I like reading professional material. I would posit that most teachers do. Professional reading (OK, all reading, really) allows our thoughts to constantly shift, transform, and travel to currently uncharted mental territory. If we are lucky, we encounter a watershed idea or concept that shatters our thoughts and understanding to such an extent that it requires a complete rebuilding of our philosophy.
I was provided such a moment when I read Mark Barnes’ Role Reversal: Achieving Uncommonly Excellent Results in a Student-Centered Classroom in the spring of 2015. Mr. Barnes advocated using narrative feedback to enter a feedback loop that would culminate in mastery of specific learning targets within the context of a larger project. I was immediately transfixed by this idea. My mind was figuratively blown when Mr. Barnes mentioned that he did this without ever assigning a formal grade until the end of the grading period, at which time he and the student conferenced and agreed on a grade based on feedback. I stewed on this for a roughly a year until I decided, for the good of my students, that I had to do it. I was going to go gradeless. My question became: "How can I implement this in my sixth-grade PBL classroom?"
It was my intention to simultaneously promote mastery learning as well as increase students' ability to metacognitively assess their work against a given set of standards. Here's how I would accomplish this:
- Remove grades from the daily equation.
- Have students reach learning mastery using narrative feedback loops (Mark Barnes’ SE2R model).
- Students would self-assess their work in a 1:1 conference with the teacher at the end of the quarter, at which time student and teacher would agree upon a final grade.
I knew that I needed to maintain accountability to various stakeholders in this process -- the students, their families, and the administration. After a great deal of thought, I came up with the skeleton of a plan that looked like this:
- Use the SE2R model to provide feedback on our two PBL projects per quarter via documents created on Google Classroom. There would be no grades assigned to any of the projects, just feedback.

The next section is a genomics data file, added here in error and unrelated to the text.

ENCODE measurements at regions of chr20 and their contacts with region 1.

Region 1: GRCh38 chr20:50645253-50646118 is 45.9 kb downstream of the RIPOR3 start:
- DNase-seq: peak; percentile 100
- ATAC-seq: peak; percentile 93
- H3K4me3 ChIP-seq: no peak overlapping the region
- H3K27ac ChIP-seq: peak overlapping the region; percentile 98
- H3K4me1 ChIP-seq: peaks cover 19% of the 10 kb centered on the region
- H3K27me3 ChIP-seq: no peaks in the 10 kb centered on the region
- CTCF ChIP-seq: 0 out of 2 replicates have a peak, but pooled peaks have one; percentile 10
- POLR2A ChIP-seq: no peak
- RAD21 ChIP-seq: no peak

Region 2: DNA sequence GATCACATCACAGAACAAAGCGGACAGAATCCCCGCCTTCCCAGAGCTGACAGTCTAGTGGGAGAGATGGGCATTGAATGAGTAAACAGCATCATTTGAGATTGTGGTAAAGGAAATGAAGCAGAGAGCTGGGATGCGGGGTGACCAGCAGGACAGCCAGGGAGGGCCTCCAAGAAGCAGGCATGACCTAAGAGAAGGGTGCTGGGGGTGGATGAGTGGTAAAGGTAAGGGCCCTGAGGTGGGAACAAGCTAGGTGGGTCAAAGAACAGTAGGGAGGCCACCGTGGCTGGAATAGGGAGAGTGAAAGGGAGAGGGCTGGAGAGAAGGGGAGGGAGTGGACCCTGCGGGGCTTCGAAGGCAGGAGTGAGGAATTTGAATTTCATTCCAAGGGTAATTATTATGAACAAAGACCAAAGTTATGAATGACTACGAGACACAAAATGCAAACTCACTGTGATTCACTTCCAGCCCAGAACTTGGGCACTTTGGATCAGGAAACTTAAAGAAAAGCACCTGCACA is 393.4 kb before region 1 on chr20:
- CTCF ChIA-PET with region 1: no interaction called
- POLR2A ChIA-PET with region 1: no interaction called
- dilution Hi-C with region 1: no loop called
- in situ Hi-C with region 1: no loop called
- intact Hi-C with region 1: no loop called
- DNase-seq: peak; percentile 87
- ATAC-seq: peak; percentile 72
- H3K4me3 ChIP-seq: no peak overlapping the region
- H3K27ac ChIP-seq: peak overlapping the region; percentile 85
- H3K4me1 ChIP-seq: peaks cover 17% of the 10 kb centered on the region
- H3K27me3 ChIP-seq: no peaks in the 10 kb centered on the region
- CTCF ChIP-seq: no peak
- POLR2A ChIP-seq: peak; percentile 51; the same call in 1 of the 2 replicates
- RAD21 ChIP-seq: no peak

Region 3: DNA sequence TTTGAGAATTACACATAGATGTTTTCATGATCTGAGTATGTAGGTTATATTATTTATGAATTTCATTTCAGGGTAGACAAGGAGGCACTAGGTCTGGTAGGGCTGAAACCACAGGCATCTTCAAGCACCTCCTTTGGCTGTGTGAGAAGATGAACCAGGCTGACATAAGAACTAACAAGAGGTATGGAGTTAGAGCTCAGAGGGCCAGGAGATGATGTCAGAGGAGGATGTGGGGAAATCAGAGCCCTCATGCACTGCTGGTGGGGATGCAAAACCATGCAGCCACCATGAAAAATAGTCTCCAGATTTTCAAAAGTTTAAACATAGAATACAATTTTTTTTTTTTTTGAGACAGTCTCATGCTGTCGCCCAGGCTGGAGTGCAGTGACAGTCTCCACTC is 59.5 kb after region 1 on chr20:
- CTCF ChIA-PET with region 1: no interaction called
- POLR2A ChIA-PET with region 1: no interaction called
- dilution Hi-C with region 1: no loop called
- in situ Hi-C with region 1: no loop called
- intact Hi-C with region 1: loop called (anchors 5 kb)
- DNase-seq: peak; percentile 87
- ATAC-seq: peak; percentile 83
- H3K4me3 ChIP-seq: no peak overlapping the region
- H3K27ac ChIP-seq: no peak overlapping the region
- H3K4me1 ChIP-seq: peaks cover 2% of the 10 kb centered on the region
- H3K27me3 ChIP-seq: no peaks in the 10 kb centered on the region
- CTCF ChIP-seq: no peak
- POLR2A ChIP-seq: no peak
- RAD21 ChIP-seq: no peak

- Furnish families with an outline of the process at the beginning of the quarter, complete with learning targets and the research behind this process.
- On the first day of the quarter, provide students with a list of the learning targets for the following nine weeks.
- Administer approximately one standards-based assessment per week on the provided learning targets using the program MasteryConnect.
- Confer with individual students on the last two days of the quarter and ask them: "Based on the project feedback that you received, the standards-based assessments that you took, and your ability to elaborate on how you showed evidence of the learning targets in your projects, what grade do you feel that you have earned this quarter?"
I've only been officially gradeless for less than a quarter, but the results have been astounding. As soon as the students came to understand and be comfortable with the process, my inbox has been continuously flooded with their emails asking me, "What can I do better?" The conversation has completely shifted from getting a grade to learning. It's been amazing! Similarly, when I communicated this process to students' families, I thought I would be walking into the lion's den. Of the 80 families who received that communication, I heard back from only three -- and all three said, "Sounds awesome." All in all, it's been a wonderful experience, and a true illustration of the power that the written word can have over all of us. (Thank you, Mark Barnes!)
I would love to hear your feedback, thoughts, or other ideas in the comments section below.